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Discussion in 'Stratocaster Discussion Forum' started by Deebs3, Nov 26, 2020.
Yep was just thinking of this and found one site who makes them. I would love to try this..
Interesting. Looks like just the fingerboard is halved. I'd want to go a step further and see a whole neck done like that.
Never would have thought of it. Neat!
Reminds me of this little fella:
This is a real live lobster in Blijdorp Zoo, and those are his natural colors:
Great for Michael Schenker fans!
Chimera cat, chimera Strat!
anyone familiar with a BiMetal strip adn what happens as the temperature changes?
In this case I think any differences in expansion/contraction likely would be kept in check by the fact that they're glued to solid maple underneath.
Thinking about it, I've never heard of a rosewood board separating from a maple neck due to temperature changes. Of course, that doesn't mean it hasn't happened. Still, the two woods may have similar thermal response, or fretboards generally might be too well-attached for it to matter.
Bad design... Half the board ll have snappy tone and the other half warmer and more mellow.
now someone will want the rosewood for the bass strings instead.
How about a fretboard with striped, alternating wood/color by fret?
I suppose that would almost be like having full-sized "inlays".
Or maybe people will just quit thinking that.
Yeah that's what I was thinking first up, but the rosewood is on the brighter treble side so it should even out.. Right??
I don't have a problem with a rosewood fingerboard on a maple neck, in fact I feel a two piece like that is more stable and more predictable than a one piece neck.. what I suspect is a half and half fingerboard has to introduce different rates of expansion and contraction, thus the potential for a twisted neck exists as one half the fingerboard's dynamics come into play with the other half's ..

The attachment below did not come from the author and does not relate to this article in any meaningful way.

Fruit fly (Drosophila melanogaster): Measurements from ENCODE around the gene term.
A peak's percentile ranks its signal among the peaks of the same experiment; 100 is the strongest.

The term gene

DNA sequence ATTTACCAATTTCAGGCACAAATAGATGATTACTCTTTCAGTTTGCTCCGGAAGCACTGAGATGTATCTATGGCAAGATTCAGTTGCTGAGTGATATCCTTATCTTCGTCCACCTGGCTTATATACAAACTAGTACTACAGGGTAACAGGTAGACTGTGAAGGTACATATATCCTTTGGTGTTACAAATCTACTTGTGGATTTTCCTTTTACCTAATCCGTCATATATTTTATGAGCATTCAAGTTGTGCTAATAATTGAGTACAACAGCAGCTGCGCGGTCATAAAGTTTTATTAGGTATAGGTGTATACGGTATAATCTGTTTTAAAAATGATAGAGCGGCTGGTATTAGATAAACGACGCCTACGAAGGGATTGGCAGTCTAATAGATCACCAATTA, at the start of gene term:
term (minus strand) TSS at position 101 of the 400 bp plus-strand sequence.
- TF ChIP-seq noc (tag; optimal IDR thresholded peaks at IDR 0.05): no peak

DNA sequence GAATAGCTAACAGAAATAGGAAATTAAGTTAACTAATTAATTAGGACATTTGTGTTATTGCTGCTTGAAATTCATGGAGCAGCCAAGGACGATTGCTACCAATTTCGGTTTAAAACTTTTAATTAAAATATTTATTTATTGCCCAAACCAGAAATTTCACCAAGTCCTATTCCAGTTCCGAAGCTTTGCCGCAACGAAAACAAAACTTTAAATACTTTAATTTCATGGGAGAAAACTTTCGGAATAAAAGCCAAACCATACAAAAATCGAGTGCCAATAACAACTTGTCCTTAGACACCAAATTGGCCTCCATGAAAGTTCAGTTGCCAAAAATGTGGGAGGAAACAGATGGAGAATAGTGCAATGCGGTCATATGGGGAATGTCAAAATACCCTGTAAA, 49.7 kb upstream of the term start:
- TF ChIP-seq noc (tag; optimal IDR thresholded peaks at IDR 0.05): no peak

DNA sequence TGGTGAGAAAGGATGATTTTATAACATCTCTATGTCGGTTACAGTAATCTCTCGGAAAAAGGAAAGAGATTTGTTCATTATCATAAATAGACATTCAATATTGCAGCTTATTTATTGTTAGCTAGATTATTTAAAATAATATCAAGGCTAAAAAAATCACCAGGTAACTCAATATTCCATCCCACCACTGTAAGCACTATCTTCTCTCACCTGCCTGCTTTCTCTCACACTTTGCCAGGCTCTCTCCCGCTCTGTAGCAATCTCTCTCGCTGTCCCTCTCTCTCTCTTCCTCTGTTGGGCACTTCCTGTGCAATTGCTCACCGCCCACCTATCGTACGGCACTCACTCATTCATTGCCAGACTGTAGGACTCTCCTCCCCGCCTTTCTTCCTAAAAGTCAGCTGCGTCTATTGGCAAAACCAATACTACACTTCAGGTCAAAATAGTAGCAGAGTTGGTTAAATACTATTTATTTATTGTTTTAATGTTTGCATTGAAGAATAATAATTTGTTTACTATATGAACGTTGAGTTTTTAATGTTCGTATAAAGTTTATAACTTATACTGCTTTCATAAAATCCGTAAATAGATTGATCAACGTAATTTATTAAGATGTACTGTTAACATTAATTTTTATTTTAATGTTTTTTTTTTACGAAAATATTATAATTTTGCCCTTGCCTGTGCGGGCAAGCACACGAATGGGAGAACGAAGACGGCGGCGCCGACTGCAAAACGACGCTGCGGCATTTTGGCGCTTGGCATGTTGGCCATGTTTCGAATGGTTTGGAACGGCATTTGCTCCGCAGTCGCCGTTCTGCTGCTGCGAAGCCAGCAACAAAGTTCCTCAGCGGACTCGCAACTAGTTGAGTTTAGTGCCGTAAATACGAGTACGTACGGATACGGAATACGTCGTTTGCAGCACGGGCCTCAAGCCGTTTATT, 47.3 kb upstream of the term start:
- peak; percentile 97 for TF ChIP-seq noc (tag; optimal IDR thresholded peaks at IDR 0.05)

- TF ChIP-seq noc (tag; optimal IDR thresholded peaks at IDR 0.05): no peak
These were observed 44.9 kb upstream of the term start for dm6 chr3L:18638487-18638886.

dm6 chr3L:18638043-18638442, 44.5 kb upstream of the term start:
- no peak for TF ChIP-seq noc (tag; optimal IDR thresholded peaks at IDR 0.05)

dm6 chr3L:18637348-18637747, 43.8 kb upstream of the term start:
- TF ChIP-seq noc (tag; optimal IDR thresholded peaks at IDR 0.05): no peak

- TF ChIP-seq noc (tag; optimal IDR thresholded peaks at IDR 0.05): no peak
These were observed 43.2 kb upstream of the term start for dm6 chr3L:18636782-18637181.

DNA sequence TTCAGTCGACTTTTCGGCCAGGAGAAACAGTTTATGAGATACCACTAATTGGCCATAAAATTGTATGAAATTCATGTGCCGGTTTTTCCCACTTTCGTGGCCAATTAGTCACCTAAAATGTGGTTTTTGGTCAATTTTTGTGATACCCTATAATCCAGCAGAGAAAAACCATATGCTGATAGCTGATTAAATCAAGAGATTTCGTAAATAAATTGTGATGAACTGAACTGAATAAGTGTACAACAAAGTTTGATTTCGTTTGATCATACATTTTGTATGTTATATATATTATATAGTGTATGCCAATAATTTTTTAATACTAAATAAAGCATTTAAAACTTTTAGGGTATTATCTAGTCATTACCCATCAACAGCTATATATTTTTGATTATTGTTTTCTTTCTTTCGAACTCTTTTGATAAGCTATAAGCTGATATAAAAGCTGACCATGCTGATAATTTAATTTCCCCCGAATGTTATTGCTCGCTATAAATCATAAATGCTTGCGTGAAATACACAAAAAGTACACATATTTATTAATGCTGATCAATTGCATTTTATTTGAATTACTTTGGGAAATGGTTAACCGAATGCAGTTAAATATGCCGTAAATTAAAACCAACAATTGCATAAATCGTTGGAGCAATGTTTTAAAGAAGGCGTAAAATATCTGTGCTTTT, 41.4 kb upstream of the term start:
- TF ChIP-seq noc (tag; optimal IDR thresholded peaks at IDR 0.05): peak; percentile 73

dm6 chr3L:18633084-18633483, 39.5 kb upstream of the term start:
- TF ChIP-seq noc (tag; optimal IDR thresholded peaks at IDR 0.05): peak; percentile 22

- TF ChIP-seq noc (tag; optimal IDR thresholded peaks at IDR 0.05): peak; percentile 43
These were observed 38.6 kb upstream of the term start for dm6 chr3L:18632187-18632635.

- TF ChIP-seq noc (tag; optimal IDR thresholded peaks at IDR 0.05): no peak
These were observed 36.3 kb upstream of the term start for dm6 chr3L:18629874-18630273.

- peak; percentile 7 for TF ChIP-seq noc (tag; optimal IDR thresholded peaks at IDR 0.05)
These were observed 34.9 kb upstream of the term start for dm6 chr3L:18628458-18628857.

According to the tonewood bible you are absolutely right.
Just plain ugly regardless.
Waiting for someone to turn up with the mathematical equations to show exactly which wood would be optimum under each string - a half and half split isn't nearly fiddly enough, I want to see 6 different woods at least... possibly a genetically modified tree with a smooth gradation from one tonewood to another...
...oh, also, what are the pros/cons and techincal challenges of roasting just the maple part?
I would like to have one of these, but the inlays have to be split half pearl/white half black.
My buddy's brother built him this bass several years back. He told him "Don't ever ask me to build another one like that" It was a PITA
I suspect it does happen, but only in extreme temperature shifts like house fires or leaving the guitar in a trunk. If the guitar is separated we blame it on other things, like the glue softening or fire.
A real thin strip of wood, like a fretboard, bends pretty easily and it'll just follow where the thicker maple neck goes. The glue joint won't fail unless the pressures pointing different directions exceeds the glue strength, and that won't happen at normal temperatures.
Adding on, I have seen larger joinery that failed. Old furniture that's been left in a shed for years sometimes has glue joints separate, especially when the grain is in different directions. But then, that usually takes years of temperature shifts and humidity. Some days we get 50f temperature swing and the coldest day is about 100f colder than the hottest one. Veneers separate in these conditions too, although in that case it may be more about moisture.